A pretrial hearing in an Internet file-sharing case has been postponed this week while one side, the Recording Industry Association of America, fights a recent order allowing the arguments to be videotaped and carried live over the Internet.
U.S. District Judge Nancy Gertner agreed to delay the hearing, originally scheduled for Thursday, until Feb. 24 as the RIAA raised new concerns about the plan to stream the proceedings over the Berkman Center for Internet & Society’s Web page. As the association pointed out, Berkman founder Charles Nesson is representing defendant Joel Tenenbaum; the RIAA argued in a petition to the U.S. Court of Appeals in Boston (1st Cir.) that requiring the public to access the Berkman site in order to view the hearing "undermines basic principles of fairness and is flatly inconsistent with the public interest."
The association contends that Gertner disregarded both local federal district rules and U.S. Judicial Conference policy in approving the Webcast, which the RIAA said would impinge on its own legal rights in court.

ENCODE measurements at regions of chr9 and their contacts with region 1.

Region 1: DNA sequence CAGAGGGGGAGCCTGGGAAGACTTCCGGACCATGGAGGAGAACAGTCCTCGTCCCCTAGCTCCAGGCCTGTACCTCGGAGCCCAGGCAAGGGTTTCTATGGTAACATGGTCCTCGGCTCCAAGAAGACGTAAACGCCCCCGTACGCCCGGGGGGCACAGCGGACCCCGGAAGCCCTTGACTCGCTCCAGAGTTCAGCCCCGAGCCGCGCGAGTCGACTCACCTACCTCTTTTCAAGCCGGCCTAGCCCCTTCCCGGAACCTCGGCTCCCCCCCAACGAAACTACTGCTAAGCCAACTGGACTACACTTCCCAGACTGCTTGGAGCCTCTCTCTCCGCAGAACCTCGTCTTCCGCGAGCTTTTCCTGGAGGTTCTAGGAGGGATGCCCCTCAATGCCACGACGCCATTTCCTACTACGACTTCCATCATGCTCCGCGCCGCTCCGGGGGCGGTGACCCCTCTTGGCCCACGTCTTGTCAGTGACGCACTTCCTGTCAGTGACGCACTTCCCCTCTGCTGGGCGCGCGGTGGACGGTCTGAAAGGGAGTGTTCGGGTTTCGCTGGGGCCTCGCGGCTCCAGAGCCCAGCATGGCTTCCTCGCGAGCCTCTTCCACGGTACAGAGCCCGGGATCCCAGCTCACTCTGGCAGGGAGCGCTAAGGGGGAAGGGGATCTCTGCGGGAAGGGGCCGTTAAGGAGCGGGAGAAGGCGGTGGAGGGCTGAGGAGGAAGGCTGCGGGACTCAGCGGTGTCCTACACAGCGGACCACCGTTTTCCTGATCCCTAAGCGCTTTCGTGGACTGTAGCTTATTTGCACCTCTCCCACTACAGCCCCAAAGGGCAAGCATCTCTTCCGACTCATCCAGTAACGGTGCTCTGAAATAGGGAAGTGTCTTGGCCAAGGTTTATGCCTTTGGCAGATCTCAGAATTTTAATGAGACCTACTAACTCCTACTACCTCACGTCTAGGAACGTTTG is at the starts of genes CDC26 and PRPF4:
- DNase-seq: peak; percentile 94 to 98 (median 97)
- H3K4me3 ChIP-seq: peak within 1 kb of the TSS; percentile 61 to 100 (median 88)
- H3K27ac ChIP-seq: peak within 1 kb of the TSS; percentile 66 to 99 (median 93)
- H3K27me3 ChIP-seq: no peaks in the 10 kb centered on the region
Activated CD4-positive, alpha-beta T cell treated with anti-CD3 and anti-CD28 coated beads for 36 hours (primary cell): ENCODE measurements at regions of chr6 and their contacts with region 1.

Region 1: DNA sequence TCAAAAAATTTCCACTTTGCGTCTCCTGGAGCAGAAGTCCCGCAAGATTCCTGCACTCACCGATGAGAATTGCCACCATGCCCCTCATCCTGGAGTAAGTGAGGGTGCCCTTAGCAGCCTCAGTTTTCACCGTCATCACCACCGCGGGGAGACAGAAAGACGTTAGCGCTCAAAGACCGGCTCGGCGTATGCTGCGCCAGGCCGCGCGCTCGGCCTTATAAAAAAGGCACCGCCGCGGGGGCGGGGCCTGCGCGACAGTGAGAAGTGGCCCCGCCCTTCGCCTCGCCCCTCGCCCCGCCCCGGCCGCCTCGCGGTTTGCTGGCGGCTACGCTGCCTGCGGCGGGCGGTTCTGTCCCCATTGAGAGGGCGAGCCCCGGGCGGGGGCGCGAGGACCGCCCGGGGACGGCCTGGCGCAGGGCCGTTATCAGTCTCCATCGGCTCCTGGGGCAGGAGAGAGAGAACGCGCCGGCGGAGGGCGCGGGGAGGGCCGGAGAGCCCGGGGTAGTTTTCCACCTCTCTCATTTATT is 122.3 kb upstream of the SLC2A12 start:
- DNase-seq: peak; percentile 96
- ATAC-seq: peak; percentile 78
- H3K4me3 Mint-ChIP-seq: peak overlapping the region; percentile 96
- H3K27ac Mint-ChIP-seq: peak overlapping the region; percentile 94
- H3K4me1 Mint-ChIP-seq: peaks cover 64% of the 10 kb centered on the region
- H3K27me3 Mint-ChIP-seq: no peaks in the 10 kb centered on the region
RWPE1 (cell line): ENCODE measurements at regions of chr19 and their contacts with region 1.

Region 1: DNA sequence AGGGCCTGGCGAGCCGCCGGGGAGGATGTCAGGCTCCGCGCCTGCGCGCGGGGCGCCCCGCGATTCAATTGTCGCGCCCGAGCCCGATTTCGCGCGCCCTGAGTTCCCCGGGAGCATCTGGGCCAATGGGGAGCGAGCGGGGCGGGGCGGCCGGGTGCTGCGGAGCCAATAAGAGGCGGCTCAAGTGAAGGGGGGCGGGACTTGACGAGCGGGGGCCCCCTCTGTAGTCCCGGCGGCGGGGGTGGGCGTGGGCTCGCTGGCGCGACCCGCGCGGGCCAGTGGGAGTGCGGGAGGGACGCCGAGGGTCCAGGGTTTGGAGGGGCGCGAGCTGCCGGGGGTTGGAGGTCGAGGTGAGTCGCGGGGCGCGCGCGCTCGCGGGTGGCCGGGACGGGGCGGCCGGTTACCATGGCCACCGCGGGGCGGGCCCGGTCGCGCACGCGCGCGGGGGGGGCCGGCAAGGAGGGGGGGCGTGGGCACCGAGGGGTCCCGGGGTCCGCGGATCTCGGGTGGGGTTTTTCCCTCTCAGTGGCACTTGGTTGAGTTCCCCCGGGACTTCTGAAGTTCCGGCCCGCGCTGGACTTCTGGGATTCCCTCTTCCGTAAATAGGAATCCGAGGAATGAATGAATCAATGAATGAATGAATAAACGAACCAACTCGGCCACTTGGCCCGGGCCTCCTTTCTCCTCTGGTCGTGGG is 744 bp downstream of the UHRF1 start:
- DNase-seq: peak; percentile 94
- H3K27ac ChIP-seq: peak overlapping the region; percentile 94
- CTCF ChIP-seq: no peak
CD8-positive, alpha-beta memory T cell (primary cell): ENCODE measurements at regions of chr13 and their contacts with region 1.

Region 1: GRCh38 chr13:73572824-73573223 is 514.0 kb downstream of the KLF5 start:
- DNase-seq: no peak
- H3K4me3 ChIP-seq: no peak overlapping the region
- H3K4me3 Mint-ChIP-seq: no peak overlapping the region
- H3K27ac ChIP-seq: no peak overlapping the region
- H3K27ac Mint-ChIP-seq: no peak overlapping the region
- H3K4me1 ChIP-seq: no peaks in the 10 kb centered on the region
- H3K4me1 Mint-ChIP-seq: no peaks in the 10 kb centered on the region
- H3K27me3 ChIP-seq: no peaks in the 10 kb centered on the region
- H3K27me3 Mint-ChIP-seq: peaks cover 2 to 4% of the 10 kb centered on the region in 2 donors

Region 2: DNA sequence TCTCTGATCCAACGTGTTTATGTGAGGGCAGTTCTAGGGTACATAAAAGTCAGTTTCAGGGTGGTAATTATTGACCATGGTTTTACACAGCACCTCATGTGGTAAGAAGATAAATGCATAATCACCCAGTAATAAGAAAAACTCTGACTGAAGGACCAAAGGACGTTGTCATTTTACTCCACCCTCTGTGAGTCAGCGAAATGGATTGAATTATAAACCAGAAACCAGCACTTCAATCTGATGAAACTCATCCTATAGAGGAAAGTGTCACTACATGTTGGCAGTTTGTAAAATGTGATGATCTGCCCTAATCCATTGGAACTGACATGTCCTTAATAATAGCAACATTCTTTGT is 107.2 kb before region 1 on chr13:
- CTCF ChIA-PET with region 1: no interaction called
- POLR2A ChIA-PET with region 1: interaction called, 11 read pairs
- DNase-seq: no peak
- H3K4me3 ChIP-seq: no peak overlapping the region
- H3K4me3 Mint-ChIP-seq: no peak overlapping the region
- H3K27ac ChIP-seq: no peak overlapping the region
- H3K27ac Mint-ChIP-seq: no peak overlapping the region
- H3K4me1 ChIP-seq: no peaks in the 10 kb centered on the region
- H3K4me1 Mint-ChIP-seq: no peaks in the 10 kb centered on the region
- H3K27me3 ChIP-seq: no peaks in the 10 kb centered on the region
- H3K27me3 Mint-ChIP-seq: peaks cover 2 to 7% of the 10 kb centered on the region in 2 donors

In the underlying lawsuit, Sony BMG Music Entertainment v. Tenenbaum, Tenenbaum is accused of illegally downloading and distributing music over the Internet. The defense filed a motion asking that Courtroom View Network, a private provider, be allowed to record the hearing for distribution over the Berkman Web site. Gertner, over the plaintiffs’ objections, agreed last week, finding that the case had special meaning in the digital age.
In her order agreeing to postpone the hearing, Gertner countered that the RIAA’s arguments to the First Circuit partly came down to "questions of ‘how’ the recording will be made and distributed and not ‘whether’" they can be under the applicable rules. And the mechanics of the Webcast, she said, could easily be addressed.